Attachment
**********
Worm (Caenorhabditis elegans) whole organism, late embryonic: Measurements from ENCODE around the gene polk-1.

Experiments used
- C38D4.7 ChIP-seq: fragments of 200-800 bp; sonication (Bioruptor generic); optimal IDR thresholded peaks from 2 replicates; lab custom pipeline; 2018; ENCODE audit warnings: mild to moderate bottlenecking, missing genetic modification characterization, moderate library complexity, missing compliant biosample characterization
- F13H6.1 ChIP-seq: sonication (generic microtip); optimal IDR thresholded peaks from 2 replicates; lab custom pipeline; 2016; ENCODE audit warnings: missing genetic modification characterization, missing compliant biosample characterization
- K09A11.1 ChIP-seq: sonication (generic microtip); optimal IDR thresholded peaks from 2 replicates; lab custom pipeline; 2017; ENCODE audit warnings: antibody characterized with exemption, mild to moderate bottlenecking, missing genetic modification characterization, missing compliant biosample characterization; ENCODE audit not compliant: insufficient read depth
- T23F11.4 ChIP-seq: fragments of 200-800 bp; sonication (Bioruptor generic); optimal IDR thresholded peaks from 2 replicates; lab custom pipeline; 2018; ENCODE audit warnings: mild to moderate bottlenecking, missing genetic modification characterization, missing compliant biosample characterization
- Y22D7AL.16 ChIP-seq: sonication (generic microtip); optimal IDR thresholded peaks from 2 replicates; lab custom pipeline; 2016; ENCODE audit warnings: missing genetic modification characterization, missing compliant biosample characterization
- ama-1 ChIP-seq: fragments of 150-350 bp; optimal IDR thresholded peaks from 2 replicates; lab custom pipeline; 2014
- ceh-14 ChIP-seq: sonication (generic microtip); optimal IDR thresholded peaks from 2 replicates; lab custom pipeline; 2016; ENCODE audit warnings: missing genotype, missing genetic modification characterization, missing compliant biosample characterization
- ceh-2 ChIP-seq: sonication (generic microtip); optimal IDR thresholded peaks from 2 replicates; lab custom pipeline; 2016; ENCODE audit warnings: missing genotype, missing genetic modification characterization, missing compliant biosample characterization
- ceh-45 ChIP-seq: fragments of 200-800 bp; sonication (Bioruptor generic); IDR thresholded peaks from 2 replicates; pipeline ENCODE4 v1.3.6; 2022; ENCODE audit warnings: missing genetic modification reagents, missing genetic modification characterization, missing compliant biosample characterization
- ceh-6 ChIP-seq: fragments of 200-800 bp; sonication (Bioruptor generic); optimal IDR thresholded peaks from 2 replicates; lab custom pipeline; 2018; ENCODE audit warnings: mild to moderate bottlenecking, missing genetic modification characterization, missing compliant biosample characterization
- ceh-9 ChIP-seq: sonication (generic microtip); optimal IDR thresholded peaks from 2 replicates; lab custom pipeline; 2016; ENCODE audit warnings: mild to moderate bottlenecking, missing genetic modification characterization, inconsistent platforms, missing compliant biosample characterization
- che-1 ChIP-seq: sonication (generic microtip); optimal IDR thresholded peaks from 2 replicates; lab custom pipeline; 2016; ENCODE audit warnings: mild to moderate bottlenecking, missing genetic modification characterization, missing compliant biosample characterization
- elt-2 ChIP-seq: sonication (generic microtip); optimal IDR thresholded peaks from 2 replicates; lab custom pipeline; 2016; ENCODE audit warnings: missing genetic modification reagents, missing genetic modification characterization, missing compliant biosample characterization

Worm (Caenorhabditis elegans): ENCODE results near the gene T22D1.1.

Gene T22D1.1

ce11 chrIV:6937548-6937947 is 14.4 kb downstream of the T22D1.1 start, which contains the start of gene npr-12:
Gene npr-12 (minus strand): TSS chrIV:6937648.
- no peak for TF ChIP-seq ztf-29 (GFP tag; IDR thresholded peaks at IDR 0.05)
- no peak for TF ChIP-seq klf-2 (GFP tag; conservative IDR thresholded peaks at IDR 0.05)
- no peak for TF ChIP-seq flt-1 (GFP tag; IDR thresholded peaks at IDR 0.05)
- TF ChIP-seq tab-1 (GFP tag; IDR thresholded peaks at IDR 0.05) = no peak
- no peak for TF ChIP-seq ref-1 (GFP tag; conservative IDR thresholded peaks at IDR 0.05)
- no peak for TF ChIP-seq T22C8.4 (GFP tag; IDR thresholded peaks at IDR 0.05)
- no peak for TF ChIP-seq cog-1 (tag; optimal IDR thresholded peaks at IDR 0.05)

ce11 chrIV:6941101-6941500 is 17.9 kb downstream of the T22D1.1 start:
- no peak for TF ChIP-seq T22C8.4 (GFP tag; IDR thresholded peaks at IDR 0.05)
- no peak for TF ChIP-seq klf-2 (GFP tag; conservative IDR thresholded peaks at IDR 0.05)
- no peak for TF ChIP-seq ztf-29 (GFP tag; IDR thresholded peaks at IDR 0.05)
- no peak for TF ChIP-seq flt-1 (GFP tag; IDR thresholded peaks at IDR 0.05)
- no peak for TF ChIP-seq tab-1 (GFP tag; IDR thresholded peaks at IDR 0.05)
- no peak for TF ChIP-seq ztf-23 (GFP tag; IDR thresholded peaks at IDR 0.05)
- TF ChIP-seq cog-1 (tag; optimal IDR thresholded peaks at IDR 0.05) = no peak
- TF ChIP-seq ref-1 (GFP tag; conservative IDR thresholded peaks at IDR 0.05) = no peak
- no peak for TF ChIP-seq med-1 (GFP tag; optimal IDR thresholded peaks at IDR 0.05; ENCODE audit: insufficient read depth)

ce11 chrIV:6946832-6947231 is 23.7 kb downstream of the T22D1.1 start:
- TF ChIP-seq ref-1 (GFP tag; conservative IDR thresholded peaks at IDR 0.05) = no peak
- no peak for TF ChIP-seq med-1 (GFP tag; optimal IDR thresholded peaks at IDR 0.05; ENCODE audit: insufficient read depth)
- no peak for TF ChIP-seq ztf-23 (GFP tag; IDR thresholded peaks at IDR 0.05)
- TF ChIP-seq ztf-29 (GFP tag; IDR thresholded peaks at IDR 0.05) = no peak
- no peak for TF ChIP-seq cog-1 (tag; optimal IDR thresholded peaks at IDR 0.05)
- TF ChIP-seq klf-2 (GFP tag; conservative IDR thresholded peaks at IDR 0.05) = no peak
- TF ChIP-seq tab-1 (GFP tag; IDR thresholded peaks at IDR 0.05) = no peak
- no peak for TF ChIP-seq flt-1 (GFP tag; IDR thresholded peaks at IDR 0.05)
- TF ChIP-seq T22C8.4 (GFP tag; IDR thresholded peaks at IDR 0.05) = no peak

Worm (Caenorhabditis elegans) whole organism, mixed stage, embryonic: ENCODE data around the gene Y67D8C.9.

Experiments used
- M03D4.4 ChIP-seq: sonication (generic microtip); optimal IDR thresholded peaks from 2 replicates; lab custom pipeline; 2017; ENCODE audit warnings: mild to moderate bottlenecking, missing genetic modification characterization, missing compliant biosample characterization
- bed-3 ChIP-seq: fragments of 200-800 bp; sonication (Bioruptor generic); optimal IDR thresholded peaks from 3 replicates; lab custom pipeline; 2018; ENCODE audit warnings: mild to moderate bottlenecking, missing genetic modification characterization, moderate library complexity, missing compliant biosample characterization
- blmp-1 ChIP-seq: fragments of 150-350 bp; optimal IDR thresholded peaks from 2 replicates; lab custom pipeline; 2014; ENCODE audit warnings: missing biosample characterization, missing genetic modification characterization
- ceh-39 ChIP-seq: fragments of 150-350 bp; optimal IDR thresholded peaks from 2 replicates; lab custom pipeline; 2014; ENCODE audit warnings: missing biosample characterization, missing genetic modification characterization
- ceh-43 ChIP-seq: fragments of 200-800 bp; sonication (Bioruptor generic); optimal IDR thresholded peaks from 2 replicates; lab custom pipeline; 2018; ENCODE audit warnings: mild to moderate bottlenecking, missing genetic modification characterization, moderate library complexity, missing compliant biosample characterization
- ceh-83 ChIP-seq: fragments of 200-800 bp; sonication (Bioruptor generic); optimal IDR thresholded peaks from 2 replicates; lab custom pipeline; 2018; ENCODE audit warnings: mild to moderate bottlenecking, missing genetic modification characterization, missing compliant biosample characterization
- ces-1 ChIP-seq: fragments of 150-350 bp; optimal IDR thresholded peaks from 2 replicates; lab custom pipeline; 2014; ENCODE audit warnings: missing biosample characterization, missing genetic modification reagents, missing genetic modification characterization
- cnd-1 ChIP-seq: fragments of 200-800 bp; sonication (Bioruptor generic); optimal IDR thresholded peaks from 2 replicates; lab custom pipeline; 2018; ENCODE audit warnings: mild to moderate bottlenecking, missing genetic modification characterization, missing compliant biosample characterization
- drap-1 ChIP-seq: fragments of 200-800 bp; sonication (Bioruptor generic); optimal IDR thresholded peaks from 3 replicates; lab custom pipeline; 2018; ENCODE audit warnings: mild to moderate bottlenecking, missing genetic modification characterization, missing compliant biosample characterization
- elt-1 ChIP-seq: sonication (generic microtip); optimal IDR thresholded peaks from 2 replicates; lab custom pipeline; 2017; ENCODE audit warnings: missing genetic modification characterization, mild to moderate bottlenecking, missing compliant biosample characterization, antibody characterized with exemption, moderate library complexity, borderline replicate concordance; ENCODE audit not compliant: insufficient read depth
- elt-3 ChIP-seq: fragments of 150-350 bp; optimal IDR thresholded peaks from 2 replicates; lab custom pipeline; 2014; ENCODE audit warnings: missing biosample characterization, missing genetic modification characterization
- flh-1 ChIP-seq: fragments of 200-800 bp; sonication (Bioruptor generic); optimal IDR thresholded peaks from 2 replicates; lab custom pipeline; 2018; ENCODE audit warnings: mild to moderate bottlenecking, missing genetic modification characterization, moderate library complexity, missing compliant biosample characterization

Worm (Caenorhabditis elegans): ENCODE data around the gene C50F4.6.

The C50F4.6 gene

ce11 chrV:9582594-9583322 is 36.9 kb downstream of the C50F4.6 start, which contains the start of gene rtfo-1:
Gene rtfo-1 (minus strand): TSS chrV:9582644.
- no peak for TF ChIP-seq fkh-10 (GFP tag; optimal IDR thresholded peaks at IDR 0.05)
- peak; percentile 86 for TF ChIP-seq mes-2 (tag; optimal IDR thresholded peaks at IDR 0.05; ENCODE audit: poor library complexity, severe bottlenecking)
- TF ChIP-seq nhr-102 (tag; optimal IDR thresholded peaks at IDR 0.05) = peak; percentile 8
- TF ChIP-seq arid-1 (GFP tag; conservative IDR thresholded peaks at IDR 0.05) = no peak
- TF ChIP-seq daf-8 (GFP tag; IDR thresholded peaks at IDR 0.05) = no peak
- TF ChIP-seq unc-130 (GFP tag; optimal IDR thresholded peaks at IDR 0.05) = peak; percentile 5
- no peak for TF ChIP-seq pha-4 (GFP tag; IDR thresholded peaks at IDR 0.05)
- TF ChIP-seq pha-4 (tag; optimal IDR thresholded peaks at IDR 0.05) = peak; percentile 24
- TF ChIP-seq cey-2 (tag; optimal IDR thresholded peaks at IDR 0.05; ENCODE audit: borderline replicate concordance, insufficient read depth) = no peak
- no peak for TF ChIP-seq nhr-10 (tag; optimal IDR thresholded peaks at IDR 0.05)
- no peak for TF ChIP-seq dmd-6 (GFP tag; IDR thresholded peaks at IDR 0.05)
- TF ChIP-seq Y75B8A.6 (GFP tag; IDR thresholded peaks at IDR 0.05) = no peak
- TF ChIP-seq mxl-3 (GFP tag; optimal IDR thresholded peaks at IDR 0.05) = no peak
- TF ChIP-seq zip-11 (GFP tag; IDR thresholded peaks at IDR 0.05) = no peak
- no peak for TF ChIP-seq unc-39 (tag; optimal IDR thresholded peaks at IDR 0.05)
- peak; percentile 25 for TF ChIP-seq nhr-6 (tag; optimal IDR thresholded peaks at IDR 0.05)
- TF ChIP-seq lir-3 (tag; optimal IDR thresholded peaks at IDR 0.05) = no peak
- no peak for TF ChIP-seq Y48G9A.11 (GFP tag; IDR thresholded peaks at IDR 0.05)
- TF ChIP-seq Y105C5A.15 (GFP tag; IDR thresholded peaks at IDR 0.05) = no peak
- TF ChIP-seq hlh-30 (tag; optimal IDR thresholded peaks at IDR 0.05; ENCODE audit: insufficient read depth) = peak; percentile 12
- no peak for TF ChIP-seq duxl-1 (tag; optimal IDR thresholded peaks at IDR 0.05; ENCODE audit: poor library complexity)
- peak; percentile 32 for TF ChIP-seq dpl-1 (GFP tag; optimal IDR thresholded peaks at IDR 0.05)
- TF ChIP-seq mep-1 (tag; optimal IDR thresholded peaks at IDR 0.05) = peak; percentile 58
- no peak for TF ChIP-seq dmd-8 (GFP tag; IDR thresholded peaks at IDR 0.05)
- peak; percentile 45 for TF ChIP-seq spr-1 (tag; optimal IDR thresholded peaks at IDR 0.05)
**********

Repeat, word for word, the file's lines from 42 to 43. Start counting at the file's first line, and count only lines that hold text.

- no peak for TF ChIP-seq cog-1 (tag; optimal IDR thresholded peaks at IDR 0.05)
- TF ChIP-seq klf-2 (GFP tag; conservative IDR thresholded peaks at IDR 0.05) = no peak